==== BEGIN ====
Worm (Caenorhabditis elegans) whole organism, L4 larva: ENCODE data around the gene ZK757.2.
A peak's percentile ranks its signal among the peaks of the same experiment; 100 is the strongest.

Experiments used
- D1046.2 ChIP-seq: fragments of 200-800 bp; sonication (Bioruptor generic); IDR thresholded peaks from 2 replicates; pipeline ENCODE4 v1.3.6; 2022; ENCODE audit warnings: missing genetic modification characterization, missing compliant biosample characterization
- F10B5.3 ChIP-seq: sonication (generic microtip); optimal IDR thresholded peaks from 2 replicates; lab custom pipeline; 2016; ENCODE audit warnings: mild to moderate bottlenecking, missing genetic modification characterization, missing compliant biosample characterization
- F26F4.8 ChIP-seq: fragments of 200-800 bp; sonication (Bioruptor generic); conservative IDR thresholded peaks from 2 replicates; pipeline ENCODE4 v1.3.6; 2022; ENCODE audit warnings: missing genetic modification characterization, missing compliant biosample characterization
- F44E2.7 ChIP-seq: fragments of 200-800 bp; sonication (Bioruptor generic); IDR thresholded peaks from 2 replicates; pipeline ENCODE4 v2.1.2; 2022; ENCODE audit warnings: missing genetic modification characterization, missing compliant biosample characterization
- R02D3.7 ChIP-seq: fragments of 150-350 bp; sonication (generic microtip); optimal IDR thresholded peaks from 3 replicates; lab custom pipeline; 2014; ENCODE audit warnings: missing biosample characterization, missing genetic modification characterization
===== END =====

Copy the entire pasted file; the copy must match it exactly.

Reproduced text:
Worm (Caenorhabditis elegans) whole organism, L4 larva: ENCODE data around the gene ZK757.2.
A peak's percentile ranks its signal among the peaks of the same experiment; 100 is the strongest.

Experiments used
- D1046.2 ChIP-seq: fragments of 200-800 bp; sonication (Bioruptor generic); IDR thresholded peaks from 2 replicates; pipeline ENCODE4 v1.3.6; 2022; ENCODE audit warnings: missing genetic modification characterization, missing compliant biosample characterization
- F10B5.3 ChIP-seq: sonication (generic microtip); optimal IDR thresholded peaks from 2 replicates; lab custom pipeline; 2016; ENCODE audit warnings: mild to moderate bottlenecking, missing genetic modification characterization, missing compliant biosample characterization
- F26F4.8 ChIP-seq: fragments of 200-800 bp; sonication (Bioruptor generic); conservative IDR thresholded peaks from 2 replicates; pipeline ENCODE4 v1.3.6; 2022; ENCODE audit warnings: missing genetic modification characterization, missing compliant biosample characterization
- F44E2.7 ChIP-seq: fragments of 200-800 bp; sonication (Bioruptor generic); IDR thresholded peaks from 2 replicates; pipeline ENCODE4 v2.1.2; 2022; ENCODE audit warnings: missing genetic modification characterization, missing compliant biosample characterization
- R02D3.7 ChIP-seq: fragments of 150-350 bp; sonication (generic microtip); optimal IDR thresholded peaks from 3 replicates; lab custom pipeline; 2014; ENCODE audit warnings: missing biosample characterization, missing genetic modification characterization